Originally a country home, Grim’s Dyke has a wide and varied history, not only because of who owned the property over the years, but for who built it and what it subsequently became in later life. It’s one of the few country houses that survived war, recession and demolition – so it’s only fair that we honour that achievement, by sharing the top 10 facts about this amazing property.
1. R. Norman Shaw
Built by British architect, Richard Norman Shaw. Shaw’s ingenious use of open planning in the great hall (or sitting room), led to staircases running up the side of this room, becoming the norm in mass-produced houses.
2. Gardens planted before house built
Due to the remaining 12 years on an existing lease, the gardens were structured and planted, prior to the actual property being built!
3. Frederick Goodall
The house was originally built for painter Frederick Goodall – whose first commission was for Isambard Brunel, Goodall sold Grim’s Dyke 8 years later.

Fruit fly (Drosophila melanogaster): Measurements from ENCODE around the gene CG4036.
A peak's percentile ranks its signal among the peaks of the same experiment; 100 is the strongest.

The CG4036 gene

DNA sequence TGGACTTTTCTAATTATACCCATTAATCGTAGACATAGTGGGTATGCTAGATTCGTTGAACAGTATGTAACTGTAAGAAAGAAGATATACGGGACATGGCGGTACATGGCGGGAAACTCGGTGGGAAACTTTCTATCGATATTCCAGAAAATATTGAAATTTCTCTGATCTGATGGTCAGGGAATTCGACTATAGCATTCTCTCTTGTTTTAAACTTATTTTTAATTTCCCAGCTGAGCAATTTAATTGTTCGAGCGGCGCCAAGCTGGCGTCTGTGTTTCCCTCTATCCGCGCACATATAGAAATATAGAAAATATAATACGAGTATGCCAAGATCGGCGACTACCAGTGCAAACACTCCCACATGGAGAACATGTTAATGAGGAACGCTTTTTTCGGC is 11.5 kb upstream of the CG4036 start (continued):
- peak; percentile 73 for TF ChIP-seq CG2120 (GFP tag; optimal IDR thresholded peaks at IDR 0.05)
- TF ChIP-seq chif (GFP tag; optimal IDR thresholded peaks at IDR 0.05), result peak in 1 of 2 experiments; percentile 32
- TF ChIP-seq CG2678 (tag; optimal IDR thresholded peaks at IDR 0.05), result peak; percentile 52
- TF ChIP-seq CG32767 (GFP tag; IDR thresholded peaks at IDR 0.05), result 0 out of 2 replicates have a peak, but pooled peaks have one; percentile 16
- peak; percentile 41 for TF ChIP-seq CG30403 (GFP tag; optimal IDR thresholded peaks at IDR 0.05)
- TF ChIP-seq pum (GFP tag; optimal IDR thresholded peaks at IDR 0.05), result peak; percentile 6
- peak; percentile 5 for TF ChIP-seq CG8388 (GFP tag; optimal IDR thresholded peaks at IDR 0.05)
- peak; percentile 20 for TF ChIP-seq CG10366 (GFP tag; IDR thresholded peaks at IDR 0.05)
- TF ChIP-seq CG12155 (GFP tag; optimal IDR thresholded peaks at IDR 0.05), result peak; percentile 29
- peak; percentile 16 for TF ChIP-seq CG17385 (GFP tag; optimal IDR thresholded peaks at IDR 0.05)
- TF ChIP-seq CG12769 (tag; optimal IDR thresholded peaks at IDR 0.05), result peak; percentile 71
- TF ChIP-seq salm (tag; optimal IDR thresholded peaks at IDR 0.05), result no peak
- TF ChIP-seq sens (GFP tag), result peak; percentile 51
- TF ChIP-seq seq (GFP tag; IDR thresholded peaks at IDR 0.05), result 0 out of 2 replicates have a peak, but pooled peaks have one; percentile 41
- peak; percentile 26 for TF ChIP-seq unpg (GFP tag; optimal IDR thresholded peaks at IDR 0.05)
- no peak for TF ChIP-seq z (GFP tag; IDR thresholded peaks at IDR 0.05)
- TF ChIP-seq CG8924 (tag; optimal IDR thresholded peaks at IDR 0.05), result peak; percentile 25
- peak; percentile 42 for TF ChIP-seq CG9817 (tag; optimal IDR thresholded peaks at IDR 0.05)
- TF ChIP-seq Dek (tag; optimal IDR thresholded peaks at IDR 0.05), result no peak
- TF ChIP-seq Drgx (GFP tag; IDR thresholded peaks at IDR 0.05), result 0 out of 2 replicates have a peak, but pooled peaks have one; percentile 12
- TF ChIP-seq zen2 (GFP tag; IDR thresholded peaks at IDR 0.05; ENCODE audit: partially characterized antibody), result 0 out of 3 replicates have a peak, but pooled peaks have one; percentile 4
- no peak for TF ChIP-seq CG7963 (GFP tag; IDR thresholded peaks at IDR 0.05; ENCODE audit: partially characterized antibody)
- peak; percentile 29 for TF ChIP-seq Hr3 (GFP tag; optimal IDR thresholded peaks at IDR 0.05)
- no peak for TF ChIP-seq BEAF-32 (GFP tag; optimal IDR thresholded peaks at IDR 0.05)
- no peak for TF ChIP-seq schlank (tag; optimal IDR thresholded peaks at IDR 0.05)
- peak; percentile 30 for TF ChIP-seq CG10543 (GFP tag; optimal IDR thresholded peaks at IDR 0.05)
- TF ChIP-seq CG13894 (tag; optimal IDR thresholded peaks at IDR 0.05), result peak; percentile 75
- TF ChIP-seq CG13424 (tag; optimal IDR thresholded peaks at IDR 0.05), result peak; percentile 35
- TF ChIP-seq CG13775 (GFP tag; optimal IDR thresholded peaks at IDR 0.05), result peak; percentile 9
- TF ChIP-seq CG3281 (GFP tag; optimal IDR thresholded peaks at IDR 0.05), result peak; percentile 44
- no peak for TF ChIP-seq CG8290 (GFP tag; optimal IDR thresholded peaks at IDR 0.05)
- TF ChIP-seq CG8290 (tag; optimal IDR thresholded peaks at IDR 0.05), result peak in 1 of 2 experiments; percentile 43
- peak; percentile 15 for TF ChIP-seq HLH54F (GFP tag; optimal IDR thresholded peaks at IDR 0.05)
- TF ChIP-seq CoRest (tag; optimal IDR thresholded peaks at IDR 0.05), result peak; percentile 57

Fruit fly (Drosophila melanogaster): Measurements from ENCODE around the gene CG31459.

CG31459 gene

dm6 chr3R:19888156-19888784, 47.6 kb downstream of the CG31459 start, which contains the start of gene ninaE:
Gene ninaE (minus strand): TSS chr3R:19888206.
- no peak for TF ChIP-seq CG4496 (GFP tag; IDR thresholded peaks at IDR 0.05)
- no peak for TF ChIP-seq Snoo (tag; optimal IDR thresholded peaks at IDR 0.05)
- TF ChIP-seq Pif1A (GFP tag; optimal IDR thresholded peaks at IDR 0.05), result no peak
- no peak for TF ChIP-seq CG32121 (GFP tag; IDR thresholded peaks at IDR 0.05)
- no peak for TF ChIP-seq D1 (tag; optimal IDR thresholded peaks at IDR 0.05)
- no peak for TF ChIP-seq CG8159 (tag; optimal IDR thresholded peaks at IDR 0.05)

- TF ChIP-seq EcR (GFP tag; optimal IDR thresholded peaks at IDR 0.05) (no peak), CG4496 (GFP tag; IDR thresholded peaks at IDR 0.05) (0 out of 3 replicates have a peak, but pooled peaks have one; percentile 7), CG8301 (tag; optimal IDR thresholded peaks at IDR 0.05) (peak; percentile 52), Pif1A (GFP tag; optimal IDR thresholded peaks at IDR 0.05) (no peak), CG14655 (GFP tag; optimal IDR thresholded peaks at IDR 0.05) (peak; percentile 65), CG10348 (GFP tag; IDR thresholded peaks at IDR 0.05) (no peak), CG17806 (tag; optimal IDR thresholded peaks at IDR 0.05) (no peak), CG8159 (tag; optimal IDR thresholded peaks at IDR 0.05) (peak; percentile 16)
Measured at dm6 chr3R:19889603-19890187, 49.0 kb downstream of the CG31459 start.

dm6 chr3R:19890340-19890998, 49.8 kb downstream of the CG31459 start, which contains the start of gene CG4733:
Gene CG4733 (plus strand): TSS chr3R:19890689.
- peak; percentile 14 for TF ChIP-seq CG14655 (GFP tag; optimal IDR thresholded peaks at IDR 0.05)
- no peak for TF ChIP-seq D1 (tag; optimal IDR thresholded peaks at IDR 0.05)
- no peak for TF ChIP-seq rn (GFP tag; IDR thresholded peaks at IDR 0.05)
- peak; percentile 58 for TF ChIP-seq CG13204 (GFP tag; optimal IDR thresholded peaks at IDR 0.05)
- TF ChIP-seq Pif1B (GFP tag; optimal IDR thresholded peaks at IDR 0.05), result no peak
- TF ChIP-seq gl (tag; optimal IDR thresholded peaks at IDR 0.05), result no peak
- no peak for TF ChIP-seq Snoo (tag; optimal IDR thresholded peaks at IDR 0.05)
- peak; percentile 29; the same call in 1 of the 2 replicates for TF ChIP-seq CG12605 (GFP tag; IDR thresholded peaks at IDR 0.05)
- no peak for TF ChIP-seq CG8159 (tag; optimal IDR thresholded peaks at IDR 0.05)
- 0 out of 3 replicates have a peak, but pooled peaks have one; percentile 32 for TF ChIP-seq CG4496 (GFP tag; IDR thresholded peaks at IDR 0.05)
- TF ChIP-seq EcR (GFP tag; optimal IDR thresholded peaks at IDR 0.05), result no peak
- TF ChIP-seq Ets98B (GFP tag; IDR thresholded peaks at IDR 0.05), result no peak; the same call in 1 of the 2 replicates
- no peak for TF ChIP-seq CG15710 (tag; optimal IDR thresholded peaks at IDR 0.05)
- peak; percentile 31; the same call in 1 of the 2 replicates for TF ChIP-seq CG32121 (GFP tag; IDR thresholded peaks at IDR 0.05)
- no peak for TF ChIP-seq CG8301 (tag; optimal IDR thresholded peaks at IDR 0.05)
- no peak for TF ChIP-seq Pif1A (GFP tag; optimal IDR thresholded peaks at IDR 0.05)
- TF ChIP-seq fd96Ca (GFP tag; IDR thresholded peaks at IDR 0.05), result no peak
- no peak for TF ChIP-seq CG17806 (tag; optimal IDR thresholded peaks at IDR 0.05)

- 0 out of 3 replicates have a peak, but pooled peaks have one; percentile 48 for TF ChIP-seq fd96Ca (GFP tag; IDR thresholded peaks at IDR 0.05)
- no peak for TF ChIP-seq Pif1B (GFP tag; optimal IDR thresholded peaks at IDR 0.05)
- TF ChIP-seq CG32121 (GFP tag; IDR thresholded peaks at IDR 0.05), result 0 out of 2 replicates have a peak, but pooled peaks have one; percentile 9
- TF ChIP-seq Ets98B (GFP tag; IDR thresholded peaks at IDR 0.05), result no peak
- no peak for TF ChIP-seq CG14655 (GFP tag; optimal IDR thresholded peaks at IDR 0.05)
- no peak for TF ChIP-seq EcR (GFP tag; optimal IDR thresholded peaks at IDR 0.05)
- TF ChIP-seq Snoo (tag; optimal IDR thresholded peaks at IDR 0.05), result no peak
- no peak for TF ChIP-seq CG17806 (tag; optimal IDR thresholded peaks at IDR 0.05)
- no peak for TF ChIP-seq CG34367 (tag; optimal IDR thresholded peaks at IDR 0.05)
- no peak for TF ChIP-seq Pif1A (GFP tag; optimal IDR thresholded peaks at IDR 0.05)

4. £4,000 to buy The Grim’s Dyke
W.S. Gilbert bought Grim’s Dyke and the 110 acres it resided in, for £4,000 in 1890 – and added (amongst other things) an observatory.
5. Lady Gilbert’s Gardens
Lady Gilbert designed the 30 acres of ornamental garden, that now form the hotel grounds.
6. The sale of the contents
After Lady Gilbert’s death, the contents of Grim’s Dyke sold for more than Gilbert paid for the house (£4,600).
7. Refilling the lake
The one-and-a-half-acre lake was drained and refilled each year, to keep the water clear. After Gilbert’s death, Lady Gilbert had the lake largely drained.
8. New inhabitants
Over the years, silt and vegetation have divided the lake into individual ponds – and the rare Great Crested Newts now live by them.
9. Stanmore Flint
Flint from the ruined church at Stanmore, was used to build the two bridges over the dyke – Gilbert’s ashes were buried in the churchyard of this same church, almost 40 years later.
10. The many used of the Grim’s Dyke
The house has been a private residence, sanatorium, film location and now, a hotel and restaurant.